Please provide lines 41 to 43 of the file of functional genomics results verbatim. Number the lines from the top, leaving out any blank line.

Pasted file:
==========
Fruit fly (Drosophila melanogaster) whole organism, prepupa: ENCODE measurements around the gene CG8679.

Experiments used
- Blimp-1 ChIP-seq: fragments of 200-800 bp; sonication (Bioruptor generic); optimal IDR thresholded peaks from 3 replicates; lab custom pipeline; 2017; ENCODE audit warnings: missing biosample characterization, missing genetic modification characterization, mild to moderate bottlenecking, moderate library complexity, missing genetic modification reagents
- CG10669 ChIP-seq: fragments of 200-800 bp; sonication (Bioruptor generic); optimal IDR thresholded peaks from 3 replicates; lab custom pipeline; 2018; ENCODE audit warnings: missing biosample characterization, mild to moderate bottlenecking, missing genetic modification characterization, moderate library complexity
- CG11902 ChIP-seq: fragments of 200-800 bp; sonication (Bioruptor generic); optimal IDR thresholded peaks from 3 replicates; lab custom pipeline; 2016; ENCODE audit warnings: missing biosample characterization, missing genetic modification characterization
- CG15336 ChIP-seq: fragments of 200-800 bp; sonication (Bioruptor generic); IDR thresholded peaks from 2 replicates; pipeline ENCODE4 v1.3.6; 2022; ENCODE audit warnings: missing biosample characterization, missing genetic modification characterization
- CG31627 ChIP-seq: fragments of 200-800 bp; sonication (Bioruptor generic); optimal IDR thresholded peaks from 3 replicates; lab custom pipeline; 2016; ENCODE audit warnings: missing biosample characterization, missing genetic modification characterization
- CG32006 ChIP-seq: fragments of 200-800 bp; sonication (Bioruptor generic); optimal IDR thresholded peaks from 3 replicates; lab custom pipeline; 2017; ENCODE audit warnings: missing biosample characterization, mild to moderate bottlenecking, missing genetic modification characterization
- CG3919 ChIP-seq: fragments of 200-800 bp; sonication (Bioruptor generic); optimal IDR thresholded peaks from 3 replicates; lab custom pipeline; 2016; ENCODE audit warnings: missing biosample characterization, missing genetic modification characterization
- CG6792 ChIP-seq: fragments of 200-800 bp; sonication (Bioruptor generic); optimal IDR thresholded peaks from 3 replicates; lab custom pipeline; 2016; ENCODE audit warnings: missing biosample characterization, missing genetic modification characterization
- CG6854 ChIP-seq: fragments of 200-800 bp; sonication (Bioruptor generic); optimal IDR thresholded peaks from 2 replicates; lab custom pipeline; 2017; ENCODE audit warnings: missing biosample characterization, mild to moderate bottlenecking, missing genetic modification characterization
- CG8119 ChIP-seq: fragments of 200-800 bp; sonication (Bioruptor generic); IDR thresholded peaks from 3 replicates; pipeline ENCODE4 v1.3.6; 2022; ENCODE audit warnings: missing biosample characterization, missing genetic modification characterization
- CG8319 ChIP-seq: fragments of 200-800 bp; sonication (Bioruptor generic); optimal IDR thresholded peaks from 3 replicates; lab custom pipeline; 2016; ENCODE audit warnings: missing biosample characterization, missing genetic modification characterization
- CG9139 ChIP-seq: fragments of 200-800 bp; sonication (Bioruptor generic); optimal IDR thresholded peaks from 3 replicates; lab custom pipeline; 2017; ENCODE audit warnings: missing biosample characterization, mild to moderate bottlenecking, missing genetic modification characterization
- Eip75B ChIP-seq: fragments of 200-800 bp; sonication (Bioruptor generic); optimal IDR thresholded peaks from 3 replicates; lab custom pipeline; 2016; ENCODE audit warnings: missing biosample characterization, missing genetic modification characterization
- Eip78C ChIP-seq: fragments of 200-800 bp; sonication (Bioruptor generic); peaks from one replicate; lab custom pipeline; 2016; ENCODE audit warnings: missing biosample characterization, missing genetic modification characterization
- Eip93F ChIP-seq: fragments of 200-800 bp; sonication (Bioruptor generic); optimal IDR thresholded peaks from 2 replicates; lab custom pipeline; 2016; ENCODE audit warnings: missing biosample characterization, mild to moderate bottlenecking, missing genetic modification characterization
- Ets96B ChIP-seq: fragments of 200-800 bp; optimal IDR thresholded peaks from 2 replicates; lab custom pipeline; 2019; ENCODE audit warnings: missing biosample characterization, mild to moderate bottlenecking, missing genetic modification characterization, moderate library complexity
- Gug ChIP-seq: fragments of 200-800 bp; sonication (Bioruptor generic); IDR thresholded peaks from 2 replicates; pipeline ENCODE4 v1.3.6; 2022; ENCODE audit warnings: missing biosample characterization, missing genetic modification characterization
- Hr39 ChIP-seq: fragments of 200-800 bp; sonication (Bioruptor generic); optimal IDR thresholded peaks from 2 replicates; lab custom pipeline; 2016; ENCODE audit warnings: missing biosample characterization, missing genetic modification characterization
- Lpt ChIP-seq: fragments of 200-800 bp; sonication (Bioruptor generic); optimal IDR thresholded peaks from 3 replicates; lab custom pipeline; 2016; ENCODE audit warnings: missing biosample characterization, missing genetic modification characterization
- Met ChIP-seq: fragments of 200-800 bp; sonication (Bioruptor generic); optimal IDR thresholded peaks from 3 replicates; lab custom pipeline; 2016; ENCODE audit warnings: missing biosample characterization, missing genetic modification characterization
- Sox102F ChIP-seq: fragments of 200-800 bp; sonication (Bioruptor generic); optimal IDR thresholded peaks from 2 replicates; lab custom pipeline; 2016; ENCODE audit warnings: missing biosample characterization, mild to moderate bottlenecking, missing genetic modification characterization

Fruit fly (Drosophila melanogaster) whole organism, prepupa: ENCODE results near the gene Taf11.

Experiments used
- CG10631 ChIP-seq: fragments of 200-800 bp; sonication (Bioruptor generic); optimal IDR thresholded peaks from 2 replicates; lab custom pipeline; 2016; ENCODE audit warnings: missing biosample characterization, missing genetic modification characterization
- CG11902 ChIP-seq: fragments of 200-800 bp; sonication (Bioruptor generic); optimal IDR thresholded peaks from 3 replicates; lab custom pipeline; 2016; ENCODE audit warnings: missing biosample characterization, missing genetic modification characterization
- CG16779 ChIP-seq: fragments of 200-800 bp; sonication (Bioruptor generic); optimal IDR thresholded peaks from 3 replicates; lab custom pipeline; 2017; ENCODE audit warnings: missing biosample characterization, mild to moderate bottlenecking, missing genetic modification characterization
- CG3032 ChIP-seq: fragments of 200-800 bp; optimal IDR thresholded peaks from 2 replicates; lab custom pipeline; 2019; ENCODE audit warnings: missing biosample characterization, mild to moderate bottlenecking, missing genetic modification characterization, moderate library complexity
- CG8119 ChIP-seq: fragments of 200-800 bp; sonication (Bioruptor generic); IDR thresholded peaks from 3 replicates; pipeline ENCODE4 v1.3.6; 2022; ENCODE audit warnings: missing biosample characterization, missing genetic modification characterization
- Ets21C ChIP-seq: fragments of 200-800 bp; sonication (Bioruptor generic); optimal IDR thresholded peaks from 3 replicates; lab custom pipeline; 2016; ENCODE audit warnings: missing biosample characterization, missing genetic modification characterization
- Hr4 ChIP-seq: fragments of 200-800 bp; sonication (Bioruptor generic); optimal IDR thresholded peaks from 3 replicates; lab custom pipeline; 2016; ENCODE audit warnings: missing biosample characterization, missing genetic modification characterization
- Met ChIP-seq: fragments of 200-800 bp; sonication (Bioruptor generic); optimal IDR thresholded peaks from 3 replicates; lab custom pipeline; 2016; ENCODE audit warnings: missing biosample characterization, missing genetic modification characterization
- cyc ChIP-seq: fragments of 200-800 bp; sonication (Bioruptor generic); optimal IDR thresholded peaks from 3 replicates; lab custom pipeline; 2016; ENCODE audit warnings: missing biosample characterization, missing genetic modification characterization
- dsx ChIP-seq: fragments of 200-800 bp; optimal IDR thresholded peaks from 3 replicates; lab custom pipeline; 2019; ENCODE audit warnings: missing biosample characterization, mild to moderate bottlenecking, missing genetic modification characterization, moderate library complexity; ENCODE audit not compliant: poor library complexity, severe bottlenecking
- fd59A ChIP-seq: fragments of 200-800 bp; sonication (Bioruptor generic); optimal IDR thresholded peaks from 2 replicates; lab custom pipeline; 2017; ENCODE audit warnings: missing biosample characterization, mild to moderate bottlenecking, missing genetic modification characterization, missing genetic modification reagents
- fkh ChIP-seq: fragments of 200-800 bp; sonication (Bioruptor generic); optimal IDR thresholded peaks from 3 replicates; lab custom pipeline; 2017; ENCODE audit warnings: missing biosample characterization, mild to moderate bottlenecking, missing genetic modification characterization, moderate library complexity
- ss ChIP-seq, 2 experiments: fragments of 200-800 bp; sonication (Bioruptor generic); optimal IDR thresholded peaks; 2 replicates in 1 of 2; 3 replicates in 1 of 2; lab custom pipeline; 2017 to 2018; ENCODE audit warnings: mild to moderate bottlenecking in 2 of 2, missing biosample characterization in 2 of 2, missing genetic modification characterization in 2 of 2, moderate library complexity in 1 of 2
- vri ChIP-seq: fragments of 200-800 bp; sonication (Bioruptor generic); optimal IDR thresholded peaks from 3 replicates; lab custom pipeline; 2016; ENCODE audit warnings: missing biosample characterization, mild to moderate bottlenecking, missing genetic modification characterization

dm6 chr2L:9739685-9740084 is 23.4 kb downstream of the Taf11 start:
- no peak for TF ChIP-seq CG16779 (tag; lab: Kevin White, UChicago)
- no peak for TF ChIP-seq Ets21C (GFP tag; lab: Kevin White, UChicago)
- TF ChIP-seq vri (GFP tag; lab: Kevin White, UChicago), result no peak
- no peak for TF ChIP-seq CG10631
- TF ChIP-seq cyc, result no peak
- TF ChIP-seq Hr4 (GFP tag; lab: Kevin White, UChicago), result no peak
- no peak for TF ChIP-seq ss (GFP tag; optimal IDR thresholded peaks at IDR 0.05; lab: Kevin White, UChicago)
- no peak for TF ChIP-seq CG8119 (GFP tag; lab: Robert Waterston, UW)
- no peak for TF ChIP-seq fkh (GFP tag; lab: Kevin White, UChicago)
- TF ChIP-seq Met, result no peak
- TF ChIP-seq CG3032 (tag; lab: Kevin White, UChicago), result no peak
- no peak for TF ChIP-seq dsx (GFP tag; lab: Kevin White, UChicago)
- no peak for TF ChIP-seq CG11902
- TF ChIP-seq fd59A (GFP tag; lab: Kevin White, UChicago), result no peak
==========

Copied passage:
- no peak for TF ChIP-seq CG16779 (tag; lab: Kevin White, UChicago)
- no peak for TF ChIP-seq Ets21C (GFP tag; lab: Kevin White, UChicago)
- TF ChIP-seq vri (GFP tag; lab: Kevin White, UChicago), result no peak